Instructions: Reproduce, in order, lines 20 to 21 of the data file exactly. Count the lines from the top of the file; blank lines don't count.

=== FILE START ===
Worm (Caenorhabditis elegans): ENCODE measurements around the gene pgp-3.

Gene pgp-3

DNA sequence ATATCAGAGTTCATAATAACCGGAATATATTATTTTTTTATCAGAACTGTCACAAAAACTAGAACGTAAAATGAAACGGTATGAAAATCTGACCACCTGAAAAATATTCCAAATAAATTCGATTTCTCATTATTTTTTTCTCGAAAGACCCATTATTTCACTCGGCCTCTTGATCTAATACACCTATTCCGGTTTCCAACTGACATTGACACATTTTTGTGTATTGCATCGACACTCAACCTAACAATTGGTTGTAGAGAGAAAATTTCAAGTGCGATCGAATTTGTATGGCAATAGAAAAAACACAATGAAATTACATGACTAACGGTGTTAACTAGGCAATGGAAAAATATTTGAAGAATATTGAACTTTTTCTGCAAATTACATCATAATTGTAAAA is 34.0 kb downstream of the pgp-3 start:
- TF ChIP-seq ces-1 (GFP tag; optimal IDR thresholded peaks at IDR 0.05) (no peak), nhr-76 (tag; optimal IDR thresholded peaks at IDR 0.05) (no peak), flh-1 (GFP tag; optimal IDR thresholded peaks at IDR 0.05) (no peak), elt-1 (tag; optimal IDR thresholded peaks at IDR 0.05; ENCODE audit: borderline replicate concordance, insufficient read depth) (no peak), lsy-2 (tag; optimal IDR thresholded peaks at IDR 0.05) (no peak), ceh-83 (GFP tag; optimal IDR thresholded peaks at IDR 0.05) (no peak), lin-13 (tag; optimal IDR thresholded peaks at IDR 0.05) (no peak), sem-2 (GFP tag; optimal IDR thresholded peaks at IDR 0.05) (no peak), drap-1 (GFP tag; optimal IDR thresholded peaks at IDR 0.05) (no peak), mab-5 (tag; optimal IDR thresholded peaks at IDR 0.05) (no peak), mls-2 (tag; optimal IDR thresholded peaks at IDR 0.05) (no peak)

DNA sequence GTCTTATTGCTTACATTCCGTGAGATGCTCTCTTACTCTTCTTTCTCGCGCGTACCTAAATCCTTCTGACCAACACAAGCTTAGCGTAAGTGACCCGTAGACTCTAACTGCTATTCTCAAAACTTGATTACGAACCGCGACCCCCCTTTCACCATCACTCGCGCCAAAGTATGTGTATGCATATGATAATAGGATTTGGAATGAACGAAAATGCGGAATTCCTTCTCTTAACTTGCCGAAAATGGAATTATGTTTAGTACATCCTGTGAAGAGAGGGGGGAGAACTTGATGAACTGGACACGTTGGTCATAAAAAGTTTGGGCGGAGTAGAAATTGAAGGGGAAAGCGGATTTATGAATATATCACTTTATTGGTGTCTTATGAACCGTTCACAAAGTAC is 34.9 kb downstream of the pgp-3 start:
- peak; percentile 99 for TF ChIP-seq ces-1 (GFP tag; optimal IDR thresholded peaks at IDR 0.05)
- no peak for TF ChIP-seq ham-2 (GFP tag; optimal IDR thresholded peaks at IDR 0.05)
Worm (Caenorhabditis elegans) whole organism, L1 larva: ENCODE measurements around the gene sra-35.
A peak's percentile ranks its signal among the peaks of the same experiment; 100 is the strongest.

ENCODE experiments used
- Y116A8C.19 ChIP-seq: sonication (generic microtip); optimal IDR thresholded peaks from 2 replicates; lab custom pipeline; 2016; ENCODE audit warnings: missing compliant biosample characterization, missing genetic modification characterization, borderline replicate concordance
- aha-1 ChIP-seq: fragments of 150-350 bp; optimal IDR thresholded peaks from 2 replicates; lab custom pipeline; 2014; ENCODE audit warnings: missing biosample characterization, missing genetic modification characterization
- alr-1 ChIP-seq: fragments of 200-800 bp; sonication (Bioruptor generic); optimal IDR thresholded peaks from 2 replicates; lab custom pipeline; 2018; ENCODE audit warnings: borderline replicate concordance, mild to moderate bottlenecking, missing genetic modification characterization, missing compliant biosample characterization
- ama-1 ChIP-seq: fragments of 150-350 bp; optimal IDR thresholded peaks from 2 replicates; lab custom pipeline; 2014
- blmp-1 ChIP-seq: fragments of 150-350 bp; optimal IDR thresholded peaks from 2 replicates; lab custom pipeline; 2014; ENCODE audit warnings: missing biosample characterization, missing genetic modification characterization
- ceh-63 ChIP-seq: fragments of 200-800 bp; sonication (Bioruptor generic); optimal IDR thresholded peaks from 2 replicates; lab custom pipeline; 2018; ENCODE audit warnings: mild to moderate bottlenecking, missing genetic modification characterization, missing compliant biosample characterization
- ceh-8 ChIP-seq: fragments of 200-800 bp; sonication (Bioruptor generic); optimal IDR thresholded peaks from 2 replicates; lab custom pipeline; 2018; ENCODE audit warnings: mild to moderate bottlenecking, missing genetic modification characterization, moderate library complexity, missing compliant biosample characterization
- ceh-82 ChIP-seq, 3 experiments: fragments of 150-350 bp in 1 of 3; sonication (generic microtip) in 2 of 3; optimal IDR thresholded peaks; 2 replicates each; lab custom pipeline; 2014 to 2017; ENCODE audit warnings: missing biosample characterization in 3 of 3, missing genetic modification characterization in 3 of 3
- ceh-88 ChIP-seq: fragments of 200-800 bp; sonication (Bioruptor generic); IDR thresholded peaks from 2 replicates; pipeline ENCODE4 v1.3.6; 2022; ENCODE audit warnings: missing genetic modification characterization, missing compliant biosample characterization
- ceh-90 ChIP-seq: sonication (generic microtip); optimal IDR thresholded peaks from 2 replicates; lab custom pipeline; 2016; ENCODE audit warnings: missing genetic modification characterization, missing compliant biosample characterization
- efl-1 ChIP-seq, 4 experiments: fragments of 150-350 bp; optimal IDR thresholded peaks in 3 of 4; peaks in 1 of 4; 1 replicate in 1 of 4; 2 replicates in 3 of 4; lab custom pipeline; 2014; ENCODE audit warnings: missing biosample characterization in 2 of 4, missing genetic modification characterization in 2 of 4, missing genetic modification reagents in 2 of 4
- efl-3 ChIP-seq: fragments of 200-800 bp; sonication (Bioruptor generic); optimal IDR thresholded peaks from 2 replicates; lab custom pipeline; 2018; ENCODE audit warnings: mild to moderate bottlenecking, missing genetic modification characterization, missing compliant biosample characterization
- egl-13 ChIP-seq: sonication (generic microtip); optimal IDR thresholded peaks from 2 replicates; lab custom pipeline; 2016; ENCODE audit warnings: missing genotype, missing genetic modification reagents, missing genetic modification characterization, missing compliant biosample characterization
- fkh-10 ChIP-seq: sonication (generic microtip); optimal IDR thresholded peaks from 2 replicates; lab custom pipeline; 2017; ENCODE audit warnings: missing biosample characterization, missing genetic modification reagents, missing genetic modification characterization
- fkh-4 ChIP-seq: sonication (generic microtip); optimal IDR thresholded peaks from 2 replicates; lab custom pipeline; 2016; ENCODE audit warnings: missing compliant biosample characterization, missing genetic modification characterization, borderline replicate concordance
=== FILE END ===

- ceh-90 ChIP-seq: sonication (generic microtip); optimal IDR thresholded peaks from 2 replicates; lab custom pipeline; 2016; ENCODE audit warnings: missing genetic modification characterization, missing compliant biosample characterization
- efl-1 ChIP-seq, 4 experiments: fragments of 150-350 bp; optimal IDR thresholded peaks in 3 of 4; peaks in 1 of 4; 1 replicate in 1 of 4; 2 replicates in 3 of 4; lab custom pipeline; 2014; ENCODE audit warnings: missing biosample characterization in 2 of 4, missing genetic modification characterization in 2 of 4, missing genetic modification reagents in 2 of 4